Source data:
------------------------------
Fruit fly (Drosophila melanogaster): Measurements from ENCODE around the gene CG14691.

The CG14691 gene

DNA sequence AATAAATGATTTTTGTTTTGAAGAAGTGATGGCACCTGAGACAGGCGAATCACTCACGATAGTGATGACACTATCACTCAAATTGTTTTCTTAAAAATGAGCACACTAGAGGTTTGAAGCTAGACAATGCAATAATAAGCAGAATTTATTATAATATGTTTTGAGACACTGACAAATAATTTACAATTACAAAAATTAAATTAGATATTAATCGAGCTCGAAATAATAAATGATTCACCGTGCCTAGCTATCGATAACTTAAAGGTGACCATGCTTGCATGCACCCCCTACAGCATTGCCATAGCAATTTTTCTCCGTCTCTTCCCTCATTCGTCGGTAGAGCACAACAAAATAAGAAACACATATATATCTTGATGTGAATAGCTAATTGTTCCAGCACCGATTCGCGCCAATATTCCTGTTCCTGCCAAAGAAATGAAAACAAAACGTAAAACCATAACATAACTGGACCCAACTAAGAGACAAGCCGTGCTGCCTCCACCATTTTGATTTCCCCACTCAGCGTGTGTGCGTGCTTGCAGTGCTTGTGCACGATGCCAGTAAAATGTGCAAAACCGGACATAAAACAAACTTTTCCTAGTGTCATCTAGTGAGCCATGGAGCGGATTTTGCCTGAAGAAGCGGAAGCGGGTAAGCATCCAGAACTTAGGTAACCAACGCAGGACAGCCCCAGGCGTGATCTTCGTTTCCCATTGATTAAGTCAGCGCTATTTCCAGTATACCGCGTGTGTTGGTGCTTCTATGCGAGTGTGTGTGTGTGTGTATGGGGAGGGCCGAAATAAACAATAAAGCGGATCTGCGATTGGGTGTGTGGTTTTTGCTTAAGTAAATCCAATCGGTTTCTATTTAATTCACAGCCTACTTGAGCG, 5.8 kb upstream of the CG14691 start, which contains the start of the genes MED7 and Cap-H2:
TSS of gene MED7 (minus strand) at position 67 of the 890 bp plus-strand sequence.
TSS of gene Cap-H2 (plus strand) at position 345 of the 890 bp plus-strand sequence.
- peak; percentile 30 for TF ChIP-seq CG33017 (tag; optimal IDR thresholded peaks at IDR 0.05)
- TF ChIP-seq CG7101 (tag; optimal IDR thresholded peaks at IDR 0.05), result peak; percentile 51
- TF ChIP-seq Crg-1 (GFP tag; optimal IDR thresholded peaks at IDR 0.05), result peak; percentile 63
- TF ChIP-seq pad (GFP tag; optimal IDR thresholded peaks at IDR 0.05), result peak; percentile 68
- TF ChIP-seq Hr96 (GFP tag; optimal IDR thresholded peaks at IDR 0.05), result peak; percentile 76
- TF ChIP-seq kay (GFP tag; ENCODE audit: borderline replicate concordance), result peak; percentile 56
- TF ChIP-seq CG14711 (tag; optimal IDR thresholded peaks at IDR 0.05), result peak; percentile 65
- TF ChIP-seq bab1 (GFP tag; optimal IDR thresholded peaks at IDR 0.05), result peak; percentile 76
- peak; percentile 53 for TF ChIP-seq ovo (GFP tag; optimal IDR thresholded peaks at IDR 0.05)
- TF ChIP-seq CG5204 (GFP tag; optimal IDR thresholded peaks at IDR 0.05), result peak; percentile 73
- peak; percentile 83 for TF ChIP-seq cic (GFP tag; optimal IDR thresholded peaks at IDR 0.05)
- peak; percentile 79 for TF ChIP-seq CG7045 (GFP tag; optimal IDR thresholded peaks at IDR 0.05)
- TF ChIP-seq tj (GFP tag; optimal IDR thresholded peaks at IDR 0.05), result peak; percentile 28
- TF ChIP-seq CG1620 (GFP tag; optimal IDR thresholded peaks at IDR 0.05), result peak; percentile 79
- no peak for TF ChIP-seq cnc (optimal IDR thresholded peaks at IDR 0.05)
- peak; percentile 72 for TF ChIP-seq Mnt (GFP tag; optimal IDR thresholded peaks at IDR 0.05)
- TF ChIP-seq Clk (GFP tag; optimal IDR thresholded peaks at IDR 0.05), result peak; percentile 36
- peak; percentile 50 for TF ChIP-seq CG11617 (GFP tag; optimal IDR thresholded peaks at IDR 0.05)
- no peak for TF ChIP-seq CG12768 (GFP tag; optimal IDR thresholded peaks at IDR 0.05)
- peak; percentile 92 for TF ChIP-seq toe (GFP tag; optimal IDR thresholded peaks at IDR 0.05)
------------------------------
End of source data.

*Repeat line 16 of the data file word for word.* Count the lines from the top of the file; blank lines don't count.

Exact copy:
- peak; percentile 83 for TF ChIP-seq cic (GFP tag; optimal IDR thresholded peaks at IDR 0.05)